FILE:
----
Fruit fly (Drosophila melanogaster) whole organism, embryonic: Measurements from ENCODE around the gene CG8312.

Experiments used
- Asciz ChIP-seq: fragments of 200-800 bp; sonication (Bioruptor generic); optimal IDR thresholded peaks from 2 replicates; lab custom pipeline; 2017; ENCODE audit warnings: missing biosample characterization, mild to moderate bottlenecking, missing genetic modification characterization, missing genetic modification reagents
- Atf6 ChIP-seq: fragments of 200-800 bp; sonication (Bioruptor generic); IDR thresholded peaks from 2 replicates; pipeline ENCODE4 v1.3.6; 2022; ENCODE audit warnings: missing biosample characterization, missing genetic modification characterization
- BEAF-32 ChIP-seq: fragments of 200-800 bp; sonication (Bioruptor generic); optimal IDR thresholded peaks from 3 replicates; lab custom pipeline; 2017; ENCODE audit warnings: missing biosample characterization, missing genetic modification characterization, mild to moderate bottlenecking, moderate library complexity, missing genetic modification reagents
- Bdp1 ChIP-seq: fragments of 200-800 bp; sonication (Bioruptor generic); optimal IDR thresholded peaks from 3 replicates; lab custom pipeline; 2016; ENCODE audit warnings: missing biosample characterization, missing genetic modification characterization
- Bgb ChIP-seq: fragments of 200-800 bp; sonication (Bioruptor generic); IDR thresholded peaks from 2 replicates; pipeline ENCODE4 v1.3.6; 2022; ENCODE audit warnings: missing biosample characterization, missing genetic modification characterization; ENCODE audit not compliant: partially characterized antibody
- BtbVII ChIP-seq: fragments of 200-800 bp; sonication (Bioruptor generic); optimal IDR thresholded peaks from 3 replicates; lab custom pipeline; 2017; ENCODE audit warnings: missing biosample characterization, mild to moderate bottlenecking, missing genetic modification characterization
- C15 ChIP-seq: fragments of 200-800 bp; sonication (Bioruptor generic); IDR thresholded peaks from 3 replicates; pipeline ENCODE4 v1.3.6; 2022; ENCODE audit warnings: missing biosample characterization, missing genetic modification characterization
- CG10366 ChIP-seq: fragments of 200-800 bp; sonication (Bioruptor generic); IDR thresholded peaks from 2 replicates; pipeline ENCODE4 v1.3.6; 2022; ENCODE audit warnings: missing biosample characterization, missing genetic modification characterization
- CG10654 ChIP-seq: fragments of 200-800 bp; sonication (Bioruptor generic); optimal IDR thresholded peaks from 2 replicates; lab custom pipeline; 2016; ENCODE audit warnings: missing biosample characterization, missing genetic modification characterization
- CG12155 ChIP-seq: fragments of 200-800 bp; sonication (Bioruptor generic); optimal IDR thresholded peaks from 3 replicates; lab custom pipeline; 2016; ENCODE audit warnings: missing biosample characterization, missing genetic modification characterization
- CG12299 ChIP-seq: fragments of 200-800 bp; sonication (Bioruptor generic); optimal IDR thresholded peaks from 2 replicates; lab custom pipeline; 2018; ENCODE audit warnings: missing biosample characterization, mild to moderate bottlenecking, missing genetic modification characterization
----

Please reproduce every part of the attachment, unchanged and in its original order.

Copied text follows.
Fruit fly (Drosophila melanogaster) whole organism, embryonic: Measurements from ENCODE around the gene CG8312.

Experiments used
- Asciz ChIP-seq: fragments of 200-800 bp; sonication (Bioruptor generic); optimal IDR thresholded peaks from 2 replicates; lab custom pipeline; 2017; ENCODE audit warnings: missing biosample characterization, mild to moderate bottlenecking, missing genetic modification characterization, missing genetic modification reagents
- Atf6 ChIP-seq: fragments of 200-800 bp; sonication (Bioruptor generic); IDR thresholded peaks from 2 replicates; pipeline ENCODE4 v1.3.6; 2022; ENCODE audit warnings: missing biosample characterization, missing genetic modification characterization
- BEAF-32 ChIP-seq: fragments of 200-800 bp; sonication (Bioruptor generic); optimal IDR thresholded peaks from 3 replicates; lab custom pipeline; 2017; ENCODE audit warnings: missing biosample characterization, missing genetic modification characterization, mild to moderate bottlenecking, moderate library complexity, missing genetic modification reagents
- Bdp1 ChIP-seq: fragments of 200-800 bp; sonication (Bioruptor generic); optimal IDR thresholded peaks from 3 replicates; lab custom pipeline; 2016; ENCODE audit warnings: missing biosample characterization, missing genetic modification characterization
- Bgb ChIP-seq: fragments of 200-800 bp; sonication (Bioruptor generic); IDR thresholded peaks from 2 replicates; pipeline ENCODE4 v1.3.6; 2022; ENCODE audit warnings: missing biosample characterization, missing genetic modification characterization; ENCODE audit not compliant: partially characterized antibody
- BtbVII ChIP-seq: fragments of 200-800 bp; sonication (Bioruptor generic); optimal IDR thresholded peaks from 3 replicates; lab custom pipeline; 2017; ENCODE audit warnings: missing biosample characterization, mild to moderate bottlenecking, missing genetic modification characterization
- C15 ChIP-seq: fragments of 200-800 bp; sonication (Bioruptor generic); IDR thresholded peaks from 3 replicates; pipeline ENCODE4 v1.3.6; 2022; ENCODE audit warnings: missing biosample characterization, missing genetic modification characterization
- CG10366 ChIP-seq: fragments of 200-800 bp; sonication (Bioruptor generic); IDR thresholded peaks from 2 replicates; pipeline ENCODE4 v1.3.6; 2022; ENCODE audit warnings: missing biosample characterization, missing genetic modification characterization
- CG10654 ChIP-seq: fragments of 200-800 bp; sonication (Bioruptor generic); optimal IDR thresholded peaks from 2 replicates; lab custom pipeline; 2016; ENCODE audit warnings: missing biosample characterization, missing genetic modification characterization
- CG12155 ChIP-seq: fragments of 200-800 bp; sonication (Bioruptor generic); optimal IDR thresholded peaks from 3 replicates; lab custom pipeline; 2016; ENCODE audit warnings: missing biosample characterization, missing genetic modification characterization
- CG12299 ChIP-seq: fragments of 200-800 bp; sonication (Bioruptor generic); optimal IDR thresholded peaks from 2 replicates; lab custom pipeline; 2018; ENCODE audit warnings: missing biosample characterization, mild to moderate bottlenecking, missing genetic modification characterization